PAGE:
But one big change from the Miami to the Los Angeles is Urbanista’s decision to remove the 3.5mm analog input jack from the right earcup. Perhaps more room was needed for the Los Angeles’ bigger battery, or maybe it was a cost-saving measure. Regardless of the reason, it’s a strange choice for a set of cans that are intended to keep you free from the worry of running out of power. Should you somehow end up depleting the 80-hour battery, the lack of a an analog input means no more tunes until you find some sun, or a power outlet.
One of my favorite aspects of the Los Angeles is how securely they stay in place. I’ve got a pretty small head, and I find that some headphones simply don’t clamp strongly enough to keep them from shifting around. But the Los Angeles are impressively stable and didn’t budge the entire time I was wearing them. I don’t recommend working out with full-size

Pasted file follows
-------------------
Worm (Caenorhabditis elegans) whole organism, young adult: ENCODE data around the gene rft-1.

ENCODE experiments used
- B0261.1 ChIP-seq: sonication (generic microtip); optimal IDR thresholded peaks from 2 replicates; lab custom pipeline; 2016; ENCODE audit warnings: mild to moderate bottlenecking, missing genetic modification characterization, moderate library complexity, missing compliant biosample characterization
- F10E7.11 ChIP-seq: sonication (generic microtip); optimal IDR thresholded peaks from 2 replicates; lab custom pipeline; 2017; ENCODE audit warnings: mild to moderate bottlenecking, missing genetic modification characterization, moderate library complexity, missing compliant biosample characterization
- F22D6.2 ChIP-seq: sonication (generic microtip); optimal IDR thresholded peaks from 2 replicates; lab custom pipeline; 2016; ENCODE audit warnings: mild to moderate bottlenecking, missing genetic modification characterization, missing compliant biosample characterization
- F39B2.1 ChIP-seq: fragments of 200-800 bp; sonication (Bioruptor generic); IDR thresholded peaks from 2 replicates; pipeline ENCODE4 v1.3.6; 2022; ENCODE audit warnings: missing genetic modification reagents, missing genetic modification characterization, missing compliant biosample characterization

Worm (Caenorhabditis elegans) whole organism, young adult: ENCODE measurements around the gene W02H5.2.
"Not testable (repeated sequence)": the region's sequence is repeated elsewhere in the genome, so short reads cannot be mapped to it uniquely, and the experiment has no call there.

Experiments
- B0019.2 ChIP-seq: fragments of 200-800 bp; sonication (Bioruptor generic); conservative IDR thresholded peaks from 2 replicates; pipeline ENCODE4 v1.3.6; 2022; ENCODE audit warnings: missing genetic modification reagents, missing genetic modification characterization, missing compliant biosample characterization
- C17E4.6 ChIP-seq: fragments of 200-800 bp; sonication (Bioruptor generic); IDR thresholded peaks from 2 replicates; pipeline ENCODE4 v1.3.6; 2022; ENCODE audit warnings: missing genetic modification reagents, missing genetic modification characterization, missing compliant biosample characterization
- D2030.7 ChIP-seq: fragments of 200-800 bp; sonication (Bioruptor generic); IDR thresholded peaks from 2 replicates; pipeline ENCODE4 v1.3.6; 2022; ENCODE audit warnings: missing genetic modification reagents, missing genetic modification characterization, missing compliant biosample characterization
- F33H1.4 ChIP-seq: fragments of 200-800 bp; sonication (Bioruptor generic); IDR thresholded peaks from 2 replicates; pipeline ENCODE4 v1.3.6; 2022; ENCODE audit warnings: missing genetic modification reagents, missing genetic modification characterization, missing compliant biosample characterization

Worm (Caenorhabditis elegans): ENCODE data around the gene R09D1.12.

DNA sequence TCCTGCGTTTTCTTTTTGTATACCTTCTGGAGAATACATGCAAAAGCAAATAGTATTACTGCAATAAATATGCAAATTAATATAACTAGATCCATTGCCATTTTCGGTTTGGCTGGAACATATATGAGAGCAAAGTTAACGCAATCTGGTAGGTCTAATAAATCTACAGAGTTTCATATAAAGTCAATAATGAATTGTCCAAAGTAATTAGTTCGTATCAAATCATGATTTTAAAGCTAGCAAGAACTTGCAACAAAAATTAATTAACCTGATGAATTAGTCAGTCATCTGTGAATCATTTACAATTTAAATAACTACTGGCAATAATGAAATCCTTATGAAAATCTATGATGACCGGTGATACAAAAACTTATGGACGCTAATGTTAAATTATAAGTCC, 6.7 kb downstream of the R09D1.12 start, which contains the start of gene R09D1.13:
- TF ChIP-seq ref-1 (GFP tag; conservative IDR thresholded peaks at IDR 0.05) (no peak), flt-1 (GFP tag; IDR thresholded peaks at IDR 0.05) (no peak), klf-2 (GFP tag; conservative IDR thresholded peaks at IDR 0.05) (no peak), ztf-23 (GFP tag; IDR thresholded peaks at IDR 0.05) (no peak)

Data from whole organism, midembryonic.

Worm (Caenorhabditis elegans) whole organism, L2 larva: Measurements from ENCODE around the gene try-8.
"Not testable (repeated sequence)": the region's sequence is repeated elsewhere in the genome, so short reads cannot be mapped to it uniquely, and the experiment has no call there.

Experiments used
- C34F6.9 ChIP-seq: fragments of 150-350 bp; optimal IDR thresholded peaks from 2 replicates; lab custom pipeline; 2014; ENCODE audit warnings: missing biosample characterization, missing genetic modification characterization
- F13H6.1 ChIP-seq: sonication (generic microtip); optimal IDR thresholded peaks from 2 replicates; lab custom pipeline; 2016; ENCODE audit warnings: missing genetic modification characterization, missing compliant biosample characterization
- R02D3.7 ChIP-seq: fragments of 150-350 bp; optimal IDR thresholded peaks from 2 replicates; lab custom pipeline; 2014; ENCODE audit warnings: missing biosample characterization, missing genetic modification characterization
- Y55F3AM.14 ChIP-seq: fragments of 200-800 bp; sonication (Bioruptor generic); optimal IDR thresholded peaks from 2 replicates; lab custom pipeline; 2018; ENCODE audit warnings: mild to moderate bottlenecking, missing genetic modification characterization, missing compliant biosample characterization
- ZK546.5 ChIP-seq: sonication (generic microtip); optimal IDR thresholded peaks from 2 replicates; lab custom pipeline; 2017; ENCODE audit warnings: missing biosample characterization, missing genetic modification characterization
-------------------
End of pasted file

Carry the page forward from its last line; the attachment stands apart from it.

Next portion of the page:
The only thing missing in the comfort department is more room for your ears. The ear cushions are deceiving: They wrap around a big section of the the earcups, making them look plush and deep. But they’re actually incredibly shallow, with only a few millimeters for your ears. Over time, I found this created pressure points.
The controls are easy to access, with buttons set on on the side of each earcup where your thumbs can find them quickly. However, the play/pause, volume up/down, and track skip controls on the right earcup are very small, very close together, and quite tricky to distinguish by feel. I have no idea how you’d use them with gloves on.